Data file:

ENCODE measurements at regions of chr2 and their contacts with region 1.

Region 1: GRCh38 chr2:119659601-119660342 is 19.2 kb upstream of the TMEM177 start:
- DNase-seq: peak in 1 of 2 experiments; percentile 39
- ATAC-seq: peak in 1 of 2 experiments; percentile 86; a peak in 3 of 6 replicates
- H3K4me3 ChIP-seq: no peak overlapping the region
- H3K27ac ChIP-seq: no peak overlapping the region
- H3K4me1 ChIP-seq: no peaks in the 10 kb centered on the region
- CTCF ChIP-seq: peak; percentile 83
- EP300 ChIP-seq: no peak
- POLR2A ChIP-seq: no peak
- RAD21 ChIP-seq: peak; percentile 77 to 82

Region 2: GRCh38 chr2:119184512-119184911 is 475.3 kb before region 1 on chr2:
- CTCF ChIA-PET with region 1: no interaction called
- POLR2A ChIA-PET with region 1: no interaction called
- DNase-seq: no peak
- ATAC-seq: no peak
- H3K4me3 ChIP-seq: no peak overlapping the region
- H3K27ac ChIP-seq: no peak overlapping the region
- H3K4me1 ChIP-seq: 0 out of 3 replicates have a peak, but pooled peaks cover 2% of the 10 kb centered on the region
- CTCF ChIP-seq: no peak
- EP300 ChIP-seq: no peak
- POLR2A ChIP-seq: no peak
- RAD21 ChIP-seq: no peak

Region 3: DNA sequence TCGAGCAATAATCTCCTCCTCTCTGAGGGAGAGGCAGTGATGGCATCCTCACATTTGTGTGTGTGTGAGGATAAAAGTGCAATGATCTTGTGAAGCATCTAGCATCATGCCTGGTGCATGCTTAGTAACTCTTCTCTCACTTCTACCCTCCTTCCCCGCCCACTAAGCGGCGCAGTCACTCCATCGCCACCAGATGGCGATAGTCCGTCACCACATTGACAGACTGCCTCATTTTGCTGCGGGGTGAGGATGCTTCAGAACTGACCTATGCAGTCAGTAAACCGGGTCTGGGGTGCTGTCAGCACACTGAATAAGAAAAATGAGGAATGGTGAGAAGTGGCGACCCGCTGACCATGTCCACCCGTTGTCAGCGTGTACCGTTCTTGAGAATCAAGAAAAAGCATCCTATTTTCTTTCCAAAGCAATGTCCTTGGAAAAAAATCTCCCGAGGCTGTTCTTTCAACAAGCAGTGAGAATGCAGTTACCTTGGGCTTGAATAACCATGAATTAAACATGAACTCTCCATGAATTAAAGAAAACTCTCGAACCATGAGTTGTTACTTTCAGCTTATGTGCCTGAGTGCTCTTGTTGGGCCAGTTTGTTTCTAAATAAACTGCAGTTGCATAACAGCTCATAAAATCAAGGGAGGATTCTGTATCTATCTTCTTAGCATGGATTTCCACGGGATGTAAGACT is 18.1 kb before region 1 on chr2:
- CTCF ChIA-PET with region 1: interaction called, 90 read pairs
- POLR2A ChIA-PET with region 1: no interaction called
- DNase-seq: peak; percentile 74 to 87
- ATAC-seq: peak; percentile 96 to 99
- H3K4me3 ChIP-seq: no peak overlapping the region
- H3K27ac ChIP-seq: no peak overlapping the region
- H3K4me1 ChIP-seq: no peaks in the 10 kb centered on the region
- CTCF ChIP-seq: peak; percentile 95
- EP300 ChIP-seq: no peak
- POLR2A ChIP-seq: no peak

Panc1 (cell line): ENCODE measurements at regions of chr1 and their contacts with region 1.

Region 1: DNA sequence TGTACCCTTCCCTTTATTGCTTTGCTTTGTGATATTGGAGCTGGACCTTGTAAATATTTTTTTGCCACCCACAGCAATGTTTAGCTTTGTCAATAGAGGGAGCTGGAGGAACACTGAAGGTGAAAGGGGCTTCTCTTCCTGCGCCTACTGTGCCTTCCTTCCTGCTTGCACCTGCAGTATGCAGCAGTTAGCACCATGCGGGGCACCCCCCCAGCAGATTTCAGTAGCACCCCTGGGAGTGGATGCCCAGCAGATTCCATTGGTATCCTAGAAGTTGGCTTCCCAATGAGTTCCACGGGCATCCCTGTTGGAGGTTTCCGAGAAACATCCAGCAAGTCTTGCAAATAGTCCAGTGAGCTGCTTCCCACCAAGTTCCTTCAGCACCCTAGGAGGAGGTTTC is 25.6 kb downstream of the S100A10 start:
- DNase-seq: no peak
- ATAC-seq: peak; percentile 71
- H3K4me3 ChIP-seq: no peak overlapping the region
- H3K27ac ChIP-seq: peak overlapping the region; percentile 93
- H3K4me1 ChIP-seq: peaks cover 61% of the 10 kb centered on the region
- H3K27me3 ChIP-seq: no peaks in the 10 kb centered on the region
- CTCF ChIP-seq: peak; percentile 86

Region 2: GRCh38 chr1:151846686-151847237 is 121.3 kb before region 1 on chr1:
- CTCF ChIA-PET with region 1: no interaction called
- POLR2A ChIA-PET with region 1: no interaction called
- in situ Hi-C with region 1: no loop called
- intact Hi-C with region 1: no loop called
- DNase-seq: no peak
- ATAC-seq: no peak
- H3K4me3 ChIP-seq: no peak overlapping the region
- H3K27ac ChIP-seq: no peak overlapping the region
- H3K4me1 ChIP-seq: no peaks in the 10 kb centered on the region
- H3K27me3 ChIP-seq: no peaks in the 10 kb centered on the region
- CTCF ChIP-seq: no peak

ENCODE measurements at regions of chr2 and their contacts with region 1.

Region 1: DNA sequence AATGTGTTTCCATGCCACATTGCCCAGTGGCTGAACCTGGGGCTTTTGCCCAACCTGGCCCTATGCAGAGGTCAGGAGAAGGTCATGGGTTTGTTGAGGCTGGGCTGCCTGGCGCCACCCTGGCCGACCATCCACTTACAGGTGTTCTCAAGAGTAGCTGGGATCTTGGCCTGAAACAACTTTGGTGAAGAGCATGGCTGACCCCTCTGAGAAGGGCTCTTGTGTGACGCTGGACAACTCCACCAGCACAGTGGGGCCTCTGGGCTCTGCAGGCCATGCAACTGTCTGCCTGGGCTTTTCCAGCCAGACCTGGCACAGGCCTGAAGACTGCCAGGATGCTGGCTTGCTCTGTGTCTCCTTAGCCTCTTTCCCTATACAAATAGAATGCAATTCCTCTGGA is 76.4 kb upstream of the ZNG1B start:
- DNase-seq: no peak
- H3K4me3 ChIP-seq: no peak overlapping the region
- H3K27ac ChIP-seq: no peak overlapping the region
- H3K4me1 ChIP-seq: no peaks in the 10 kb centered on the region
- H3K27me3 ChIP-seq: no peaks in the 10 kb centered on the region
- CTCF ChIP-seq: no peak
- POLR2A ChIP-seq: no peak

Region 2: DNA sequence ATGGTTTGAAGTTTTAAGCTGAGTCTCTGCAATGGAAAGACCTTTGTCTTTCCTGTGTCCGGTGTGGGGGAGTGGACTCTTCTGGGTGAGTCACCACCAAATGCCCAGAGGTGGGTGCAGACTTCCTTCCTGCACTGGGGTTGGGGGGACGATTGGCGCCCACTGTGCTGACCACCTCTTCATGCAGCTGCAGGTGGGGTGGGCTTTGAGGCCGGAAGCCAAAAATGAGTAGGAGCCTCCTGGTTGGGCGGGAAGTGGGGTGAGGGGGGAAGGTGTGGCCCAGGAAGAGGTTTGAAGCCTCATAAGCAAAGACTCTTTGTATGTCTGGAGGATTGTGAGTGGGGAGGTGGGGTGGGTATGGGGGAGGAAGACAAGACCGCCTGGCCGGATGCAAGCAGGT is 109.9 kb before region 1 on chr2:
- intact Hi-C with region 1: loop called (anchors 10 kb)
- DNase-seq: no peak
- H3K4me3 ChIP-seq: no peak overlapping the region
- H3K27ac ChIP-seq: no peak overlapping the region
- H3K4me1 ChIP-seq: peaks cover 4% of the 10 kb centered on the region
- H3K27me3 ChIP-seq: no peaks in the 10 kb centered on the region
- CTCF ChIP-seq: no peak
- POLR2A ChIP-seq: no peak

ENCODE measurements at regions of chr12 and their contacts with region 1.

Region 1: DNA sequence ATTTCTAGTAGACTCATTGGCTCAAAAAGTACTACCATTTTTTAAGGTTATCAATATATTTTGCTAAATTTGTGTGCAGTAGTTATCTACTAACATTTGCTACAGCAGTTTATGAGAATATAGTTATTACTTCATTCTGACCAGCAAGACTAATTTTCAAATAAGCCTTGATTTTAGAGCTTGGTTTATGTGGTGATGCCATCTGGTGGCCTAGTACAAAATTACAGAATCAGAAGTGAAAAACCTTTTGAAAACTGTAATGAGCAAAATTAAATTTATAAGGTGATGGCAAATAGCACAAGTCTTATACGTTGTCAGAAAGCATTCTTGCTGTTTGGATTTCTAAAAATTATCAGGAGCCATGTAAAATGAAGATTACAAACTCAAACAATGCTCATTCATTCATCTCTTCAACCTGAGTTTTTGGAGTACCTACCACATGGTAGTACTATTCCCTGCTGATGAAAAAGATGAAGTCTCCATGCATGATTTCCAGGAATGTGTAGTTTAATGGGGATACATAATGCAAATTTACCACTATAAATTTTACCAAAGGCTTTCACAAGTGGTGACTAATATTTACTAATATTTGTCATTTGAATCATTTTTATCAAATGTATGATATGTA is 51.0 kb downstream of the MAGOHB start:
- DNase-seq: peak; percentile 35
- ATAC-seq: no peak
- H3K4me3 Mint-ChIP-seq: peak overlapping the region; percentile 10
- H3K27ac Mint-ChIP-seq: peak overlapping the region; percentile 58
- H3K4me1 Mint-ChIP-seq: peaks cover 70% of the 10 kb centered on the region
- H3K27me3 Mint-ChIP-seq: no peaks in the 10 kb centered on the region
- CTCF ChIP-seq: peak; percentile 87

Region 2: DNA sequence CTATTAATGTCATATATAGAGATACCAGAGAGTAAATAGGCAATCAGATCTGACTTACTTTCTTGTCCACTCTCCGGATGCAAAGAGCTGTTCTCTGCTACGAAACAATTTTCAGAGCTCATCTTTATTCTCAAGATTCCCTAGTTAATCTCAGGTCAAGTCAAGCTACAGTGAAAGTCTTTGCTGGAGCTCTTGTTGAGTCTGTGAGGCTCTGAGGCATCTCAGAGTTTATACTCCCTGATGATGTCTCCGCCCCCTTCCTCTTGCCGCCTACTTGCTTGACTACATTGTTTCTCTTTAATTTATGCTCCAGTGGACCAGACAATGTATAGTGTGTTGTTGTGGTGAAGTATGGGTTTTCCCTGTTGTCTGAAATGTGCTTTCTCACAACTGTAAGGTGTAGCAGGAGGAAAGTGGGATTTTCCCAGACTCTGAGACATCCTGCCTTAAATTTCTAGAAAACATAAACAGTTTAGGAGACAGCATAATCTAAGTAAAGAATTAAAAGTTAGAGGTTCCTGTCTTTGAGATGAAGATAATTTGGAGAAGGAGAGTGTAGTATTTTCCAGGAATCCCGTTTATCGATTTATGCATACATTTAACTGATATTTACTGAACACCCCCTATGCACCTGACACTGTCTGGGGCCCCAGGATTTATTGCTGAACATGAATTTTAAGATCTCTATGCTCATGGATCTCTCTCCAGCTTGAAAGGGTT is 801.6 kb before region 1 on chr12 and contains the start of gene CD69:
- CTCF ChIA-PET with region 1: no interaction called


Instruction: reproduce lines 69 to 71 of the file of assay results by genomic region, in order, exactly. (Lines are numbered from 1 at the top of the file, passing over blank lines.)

- H3K27ac ChIP-seq: no peak overlapping the region
- H3K4me1 ChIP-seq: peaks cover 4% of the 10 kb centered on the region
- H3K27me3 ChIP-seq: no peaks in the 10 kb centered on the region